It was once a rising trend. It’s now a model for ministry for significant numbers of churches and pastors. It simultaneously offers itself as an example of deep partnership between husbands and wives, and dismisses biblical instruction. What am I talking about? The widespread approach to pastoral ministry where a husband and a wife “co-pastor” a local church.
Among that branch of “evangelicalism” (I’m using the term loosely) typically associated with Word of Faith, prosperity “gospel,” charismatic believers, this approach to ministry appears to be dominant.
The trend grew slowly. Generally a man pastoring a church would achieve a certain status. After a few years, his wife, typically called the “first lady” of the church, would be noted for some teaching gifts and call to ministry. She would make occasional appearances in the pulpit to improve her gift, but not too many appearances to upset those discerning some problem with the practice. Over time, she’d appear more and more in the pulpit, relieving the husband while he was away and shepherding the people as a “pastor.”
It’s been a silent revolution. Not many shots have been fired at all really. It has occurred like so many other errors in that camp of contemporary Christianity–while auditoriums are filled with people, Bibles open, taking notes, and swallowing the camel.
Kenneth, then Gloria, Copeland. Creflo, then Taffy, Dollar. Randy, then Paula, White. To a lesser extent, T.D., then Serita, Jakes. These high-profile preachers have spawned a practice of ministry that now replicates itself in strip malls and megachurches around the country.
Recently, one couple, Paula and Randy White, announced before their 23,000 member church in Florida that they are seeking a divorce (HT: Sharper Iron). Paula and Randy have pastored the church since its founding. Understandably, the news of their divorce shocked and hurt a lot of the church’s members.But in recent years, Paula has well eclipsed her husband in popularity and ministry. She is a frequent conference speaker and hosts regular shows on BET and TBN. Emulating in many respects the ethos of black women preachers, and preaching “health and wealth,” Paula is something of a rock star in some circles.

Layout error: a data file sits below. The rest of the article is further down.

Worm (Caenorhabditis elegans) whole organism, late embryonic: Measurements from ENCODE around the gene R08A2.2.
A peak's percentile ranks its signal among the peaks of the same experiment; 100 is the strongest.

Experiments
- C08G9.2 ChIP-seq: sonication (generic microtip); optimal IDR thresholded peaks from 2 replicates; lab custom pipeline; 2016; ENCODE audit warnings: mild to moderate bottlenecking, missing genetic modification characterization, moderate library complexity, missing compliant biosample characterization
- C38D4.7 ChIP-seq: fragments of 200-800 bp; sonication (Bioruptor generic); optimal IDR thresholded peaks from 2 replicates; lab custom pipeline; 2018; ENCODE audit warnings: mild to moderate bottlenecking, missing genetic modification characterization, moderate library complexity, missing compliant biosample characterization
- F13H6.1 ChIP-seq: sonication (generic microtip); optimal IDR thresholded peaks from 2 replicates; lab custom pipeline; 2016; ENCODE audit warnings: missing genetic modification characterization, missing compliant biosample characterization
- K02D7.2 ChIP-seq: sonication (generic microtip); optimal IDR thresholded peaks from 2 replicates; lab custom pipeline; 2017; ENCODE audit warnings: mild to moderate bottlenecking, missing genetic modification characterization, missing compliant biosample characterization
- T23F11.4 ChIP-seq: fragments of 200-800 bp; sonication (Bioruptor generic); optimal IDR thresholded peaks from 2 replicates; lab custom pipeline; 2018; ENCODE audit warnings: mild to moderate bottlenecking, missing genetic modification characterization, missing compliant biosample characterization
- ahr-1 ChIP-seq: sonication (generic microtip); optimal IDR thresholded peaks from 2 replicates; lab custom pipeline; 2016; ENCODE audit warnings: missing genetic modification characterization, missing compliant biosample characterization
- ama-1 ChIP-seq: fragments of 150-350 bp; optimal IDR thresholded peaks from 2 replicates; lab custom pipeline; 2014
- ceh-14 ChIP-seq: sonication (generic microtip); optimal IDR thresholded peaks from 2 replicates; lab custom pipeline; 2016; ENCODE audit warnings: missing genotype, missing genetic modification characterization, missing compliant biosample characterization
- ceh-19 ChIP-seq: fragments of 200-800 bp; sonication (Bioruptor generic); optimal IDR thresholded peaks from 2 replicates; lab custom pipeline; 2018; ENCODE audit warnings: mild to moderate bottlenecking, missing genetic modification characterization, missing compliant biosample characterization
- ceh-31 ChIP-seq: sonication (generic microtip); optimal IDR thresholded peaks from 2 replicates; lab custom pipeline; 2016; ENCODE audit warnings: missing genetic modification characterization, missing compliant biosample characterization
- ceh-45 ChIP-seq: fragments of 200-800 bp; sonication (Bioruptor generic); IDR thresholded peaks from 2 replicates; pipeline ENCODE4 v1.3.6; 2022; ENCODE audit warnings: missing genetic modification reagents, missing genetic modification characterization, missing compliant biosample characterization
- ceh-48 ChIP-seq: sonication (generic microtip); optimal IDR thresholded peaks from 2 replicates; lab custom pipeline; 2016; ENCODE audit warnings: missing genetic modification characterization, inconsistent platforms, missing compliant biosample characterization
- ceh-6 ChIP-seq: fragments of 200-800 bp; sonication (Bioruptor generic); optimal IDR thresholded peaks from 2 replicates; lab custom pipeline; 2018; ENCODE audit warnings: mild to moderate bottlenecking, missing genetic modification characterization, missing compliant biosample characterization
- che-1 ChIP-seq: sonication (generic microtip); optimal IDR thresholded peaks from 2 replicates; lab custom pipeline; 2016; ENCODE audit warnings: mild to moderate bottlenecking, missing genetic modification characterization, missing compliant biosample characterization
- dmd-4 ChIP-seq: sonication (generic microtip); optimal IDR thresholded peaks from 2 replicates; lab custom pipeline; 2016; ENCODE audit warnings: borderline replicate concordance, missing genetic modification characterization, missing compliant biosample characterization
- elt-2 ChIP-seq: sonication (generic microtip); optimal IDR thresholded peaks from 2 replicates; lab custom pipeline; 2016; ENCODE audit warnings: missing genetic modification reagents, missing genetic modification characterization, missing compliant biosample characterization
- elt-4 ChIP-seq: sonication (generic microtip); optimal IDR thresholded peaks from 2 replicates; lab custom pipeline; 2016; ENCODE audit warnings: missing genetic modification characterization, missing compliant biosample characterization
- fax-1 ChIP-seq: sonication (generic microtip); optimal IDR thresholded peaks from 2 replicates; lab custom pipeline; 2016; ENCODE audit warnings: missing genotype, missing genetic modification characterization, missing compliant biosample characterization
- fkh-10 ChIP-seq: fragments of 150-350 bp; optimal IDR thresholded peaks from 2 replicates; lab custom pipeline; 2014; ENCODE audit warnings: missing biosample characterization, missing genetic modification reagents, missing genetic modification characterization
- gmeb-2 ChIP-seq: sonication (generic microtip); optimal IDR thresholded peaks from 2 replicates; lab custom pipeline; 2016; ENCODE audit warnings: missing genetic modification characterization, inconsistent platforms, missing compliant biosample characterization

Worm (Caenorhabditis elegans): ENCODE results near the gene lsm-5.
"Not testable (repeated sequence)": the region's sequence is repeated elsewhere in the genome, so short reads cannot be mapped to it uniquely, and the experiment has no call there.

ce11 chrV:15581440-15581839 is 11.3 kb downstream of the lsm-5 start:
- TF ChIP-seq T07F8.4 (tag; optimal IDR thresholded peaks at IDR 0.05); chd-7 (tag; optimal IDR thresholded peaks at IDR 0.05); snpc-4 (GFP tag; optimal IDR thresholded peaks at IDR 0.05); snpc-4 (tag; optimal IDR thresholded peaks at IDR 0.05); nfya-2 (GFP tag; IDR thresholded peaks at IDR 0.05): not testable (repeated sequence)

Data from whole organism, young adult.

The sad announcement of their divorce prompts a number of questions about the nature of gender roles in the church and marriage, and the effect of such ministry models on the local church.
1. Can such a practice be consistent with complementarian gender roles at church and home? Most everyone I know who thinks this is not only an acceptable but a good model would say “yes.” In other words, most of the folks I know in this camp and ministers who adopt this practice intend to be complementarians. They preach a great deal on the home and family, the necessity of male headship, and female submission in the home. They would argue that a woman should only have a ministry of this sort with her husband “as her covering,” exercising headship by granting approval/support; otherwise, a wife should not have such a ministry. Leaving aside for a moment the myriad of theological difficulties with the position, can it even work practically? I have my doubts. In the case of the Whites, Paula is continuing on with her ministries, establishing a home in another city, and with her husband dissolving the marriage. It would seem that at essence the model is egalitarian and models a “partnership” model of marriage that distorts biblical gender roles. And the families of the church have, whether knowingly or not, been imbibing from their “pastors” a model for family life ill-fitted to the biblical design and their joy.
2. Can such a practice be consistent with a high view of biblical authority in the church and the home? Again, most people in these camps would say “yes.” They would appeal to examples of women prophets in the Scriptures and reason that Paul’s prohibition against women in authority was cultural, time and circumstance-bound. It was a woman who brought news of Jesus resurrection to men and so women ought be able to preach, especially under the “covering” of their husbands. But that clearly contradicts Paul’s instructions in 1 Tim. 2. And the attempt to justify the practice is little more than setting aside the authority of Scripture. And not surprisingly, the church suffers great confusion.
3. Can there be any genuine biblical accountability of such couples? Given that the authority of the scriptures is set aside on so basic a matter as who God appoints to lead in the home and the church, it’s difficult to imagine that there can be any real accountability for “co-pastors” in these situations. Most of these churches are set up like corporations, not like NT churches. So, typically, husband and wife are founding board members along with a couple other trusted friends. Nothing appears to be governed in either a congregational or a connectional manner. So, there is no higher “court” than the co-pastors themselves. When trouble hits, appeal is made to “life coaches” and trusted friends as accountability partners. It’s really an unloving, unscriptural and dangerous position for the “pastors” and the church. Paula will continue with her ministry pursuits. Randy will continue as pastor of Without Walls. This is the second divorce for them both, a divorce proceeding without any biblical grounds according to the article. The model appears closed to any loving, biblical accountability that would help the couple fight for their marriage, submit to the counsel and discipline of the church, and model grace during real difficulty for the congregation.
This approach to ministry is bankrupt because it’s so consistently contrary to God’s blueprint. The couples approaching the ministry this way are placing themselves in spiritually precarious situations, and the churches they “pastor” are toeing a cliff as well. It’s obvious, but it bears stating: we desperately need churches reformed according to the word of God.